NSD1 deletions are associated with the Sotos syndrome, a syndrome of overgrowth in childhood without evidence of endocrine disturbance. Duplications involving the NSD1 gene have been reported to be associated with a ‘reverse Sotos syndrome’ phenotype, characterised by short stature, microcephaly, dysmorphic features and developmental delay. A 2-year-old girl with short stature, dysmorphic features and developmental delay was found to have duplication of 5q32.2–5q32.3, which includes the NSD1 gene. Growth hormone stimulation testing was normal. Growth hormone therapy was initiated at 5 years of age due to severe short stature and growth failure, with height 3.35 standard deviations (SDS) below the median. Growth velocity increased markedly, by +4.91 SDS in the first year of treatment. At the time of last follow-up at 9 years and 11 months, she had achieved a height within 1 SDS of the median. This is the first report of growth hormone therapy for the short stature associated with duplication of the NSD1 gene, showing that despite normal pituitary function, exogenous growth hormone can dramatically improve linear growth.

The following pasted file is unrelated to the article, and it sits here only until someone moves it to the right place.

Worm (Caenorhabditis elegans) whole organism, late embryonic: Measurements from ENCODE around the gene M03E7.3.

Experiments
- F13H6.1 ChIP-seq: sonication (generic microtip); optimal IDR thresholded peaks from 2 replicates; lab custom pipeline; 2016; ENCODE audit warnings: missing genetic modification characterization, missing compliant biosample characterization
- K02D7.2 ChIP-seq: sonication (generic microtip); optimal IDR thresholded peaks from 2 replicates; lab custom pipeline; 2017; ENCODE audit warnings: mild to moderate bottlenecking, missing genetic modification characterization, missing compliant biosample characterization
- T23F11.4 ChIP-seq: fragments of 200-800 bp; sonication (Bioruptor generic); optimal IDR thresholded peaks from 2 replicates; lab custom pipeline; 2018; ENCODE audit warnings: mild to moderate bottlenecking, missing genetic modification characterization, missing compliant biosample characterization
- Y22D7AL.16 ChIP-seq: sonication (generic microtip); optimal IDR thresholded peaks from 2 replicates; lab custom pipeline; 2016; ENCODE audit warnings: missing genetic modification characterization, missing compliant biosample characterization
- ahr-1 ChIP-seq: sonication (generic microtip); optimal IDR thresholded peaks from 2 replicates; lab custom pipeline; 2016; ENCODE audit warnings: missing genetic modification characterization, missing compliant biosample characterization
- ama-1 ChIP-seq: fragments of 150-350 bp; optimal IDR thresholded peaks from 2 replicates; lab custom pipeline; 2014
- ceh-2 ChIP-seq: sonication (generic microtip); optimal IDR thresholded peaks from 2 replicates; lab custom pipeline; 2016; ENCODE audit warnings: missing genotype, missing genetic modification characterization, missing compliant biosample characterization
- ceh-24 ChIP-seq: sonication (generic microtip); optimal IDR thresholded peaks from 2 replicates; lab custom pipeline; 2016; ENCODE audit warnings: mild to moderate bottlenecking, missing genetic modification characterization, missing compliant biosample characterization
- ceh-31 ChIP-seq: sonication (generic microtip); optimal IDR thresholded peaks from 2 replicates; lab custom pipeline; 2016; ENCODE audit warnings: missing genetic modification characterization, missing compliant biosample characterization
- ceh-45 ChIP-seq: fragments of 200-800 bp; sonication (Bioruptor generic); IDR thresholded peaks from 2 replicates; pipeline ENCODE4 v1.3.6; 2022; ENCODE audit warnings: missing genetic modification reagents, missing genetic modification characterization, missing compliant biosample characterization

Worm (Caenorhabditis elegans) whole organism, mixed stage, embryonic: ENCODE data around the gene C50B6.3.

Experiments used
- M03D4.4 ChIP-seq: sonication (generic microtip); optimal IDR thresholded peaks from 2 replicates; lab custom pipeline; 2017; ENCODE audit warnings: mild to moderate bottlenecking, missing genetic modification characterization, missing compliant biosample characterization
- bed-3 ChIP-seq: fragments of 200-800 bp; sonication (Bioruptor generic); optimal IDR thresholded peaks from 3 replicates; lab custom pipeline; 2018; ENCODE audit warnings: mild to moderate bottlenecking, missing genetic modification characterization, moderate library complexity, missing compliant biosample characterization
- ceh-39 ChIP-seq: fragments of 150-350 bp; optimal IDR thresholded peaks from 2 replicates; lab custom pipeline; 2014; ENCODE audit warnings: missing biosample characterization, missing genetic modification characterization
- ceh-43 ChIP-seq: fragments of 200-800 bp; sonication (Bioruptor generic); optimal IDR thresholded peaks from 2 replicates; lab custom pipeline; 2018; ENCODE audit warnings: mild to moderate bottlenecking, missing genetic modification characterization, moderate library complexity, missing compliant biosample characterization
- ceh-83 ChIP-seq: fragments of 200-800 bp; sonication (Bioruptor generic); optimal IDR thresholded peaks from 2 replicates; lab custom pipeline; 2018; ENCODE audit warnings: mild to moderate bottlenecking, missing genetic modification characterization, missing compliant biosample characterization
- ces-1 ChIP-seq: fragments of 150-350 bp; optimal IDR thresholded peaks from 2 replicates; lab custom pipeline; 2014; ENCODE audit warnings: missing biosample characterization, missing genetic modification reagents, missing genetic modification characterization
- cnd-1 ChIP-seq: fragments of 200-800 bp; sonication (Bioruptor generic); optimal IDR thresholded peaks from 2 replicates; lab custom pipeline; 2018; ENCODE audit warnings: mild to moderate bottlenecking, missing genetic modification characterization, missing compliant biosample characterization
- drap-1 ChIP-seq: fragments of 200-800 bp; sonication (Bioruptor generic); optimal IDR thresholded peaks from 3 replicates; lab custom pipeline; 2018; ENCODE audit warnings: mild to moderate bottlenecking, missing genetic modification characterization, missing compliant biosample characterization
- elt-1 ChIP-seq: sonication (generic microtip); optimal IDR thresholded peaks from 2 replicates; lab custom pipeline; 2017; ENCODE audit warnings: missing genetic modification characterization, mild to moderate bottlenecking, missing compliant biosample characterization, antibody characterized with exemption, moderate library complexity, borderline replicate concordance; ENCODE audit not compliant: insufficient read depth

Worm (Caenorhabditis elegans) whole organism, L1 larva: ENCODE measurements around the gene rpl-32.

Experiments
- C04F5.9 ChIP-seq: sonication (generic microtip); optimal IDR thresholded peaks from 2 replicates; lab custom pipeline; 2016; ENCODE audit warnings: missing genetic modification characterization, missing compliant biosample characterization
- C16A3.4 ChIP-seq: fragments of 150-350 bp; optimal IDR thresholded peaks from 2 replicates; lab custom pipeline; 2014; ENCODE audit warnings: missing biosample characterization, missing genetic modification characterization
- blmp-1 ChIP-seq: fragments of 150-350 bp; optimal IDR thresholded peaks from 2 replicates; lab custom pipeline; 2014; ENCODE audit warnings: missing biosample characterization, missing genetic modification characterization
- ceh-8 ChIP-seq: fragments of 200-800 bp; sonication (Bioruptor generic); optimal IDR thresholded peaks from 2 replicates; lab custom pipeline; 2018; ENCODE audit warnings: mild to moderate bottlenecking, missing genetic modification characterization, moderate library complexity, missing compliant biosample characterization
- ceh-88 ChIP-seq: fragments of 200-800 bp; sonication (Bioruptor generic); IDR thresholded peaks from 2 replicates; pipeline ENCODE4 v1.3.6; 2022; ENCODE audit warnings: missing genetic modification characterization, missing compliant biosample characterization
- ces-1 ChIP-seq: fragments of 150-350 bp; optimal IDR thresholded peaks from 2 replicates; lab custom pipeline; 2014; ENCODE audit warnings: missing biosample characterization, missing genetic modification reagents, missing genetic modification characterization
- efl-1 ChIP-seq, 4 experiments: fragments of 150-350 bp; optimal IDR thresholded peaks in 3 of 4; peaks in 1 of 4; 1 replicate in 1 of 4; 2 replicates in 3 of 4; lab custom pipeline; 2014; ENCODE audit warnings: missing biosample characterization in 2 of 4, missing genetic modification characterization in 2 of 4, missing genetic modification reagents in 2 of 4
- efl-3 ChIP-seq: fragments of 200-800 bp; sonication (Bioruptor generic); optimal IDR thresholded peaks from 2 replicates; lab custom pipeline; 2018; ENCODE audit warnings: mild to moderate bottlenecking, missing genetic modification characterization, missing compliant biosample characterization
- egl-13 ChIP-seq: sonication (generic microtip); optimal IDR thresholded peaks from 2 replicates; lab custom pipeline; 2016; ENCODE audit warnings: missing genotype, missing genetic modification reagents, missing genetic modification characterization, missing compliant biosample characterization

- Sotos syndrome is a disorder of childhood overgrowth caused by NSD1 deletions.
- Duplications involving NSD1 cause a ‘reverse Sotos syndrome’ phenotype characterised by short stature and microcephaly.
- The contrasting phenotypes of NSD1 deletions and duplications suggest a dose effect.
- Stimulated growth hormone secretion is normal in children with NSD1 deletions and duplications.
- Growth hormone therapy can be very effective in children with NSD1 duplications, comparable to the response seen in severe growth hormone deficiency.